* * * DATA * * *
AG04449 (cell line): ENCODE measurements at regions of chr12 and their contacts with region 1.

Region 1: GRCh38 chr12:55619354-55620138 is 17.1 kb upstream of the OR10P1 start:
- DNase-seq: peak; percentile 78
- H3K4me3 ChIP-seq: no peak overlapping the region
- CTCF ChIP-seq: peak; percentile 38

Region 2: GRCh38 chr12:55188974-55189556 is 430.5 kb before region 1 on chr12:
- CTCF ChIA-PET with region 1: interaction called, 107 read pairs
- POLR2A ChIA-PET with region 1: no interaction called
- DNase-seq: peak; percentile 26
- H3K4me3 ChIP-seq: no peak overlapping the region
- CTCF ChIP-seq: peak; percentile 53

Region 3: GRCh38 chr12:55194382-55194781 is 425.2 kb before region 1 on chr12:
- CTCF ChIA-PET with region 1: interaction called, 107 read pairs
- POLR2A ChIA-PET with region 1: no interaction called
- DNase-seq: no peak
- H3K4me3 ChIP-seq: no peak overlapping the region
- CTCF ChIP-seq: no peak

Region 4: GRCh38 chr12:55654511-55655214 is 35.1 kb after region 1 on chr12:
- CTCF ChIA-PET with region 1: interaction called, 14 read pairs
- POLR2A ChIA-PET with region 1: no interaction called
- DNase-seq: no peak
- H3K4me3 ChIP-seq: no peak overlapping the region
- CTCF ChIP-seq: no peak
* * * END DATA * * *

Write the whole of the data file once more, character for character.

AG04449 (cell line): ENCODE measurements at regions of chr12 and their contacts with region 1.

Region 1: GRCh38 chr12:55619354-55620138 is 17.1 kb upstream of the OR10P1 start:
- DNase-seq: peak; percentile 78
- H3K4me3 ChIP-seq: no peak overlapping the region
- CTCF ChIP-seq: peak; percentile 38

Region 2: GRCh38 chr12:55188974-55189556 is 430.5 kb before region 1 on chr12:
- CTCF ChIA-PET with region 1: interaction called, 107 read pairs
- POLR2A ChIA-PET with region 1: no interaction called
- DNase-seq: peak; percentile 26
- H3K4me3 ChIP-seq: no peak overlapping the region
- CTCF ChIP-seq: peak; percentile 53

Region 3: GRCh38 chr12:55194382-55194781 is 425.2 kb before region 1 on chr12:
- CTCF ChIA-PET with region 1: interaction called, 107 read pairs
- POLR2A ChIA-PET with region 1: no interaction called
- DNase-seq: no peak
- H3K4me3 ChIP-seq: no peak overlapping the region
- CTCF ChIP-seq: no peak

Region 4: GRCh38 chr12:55654511-55655214 is 35.1 kb after region 1 on chr12:
- CTCF ChIA-PET with region 1: interaction called, 14 read pairs
- POLR2A ChIA-PET with region 1: no interaction called
- DNase-seq: no peak
- H3K4me3 ChIP-seq: no peak overlapping the region
- CTCF ChIP-seq: no peak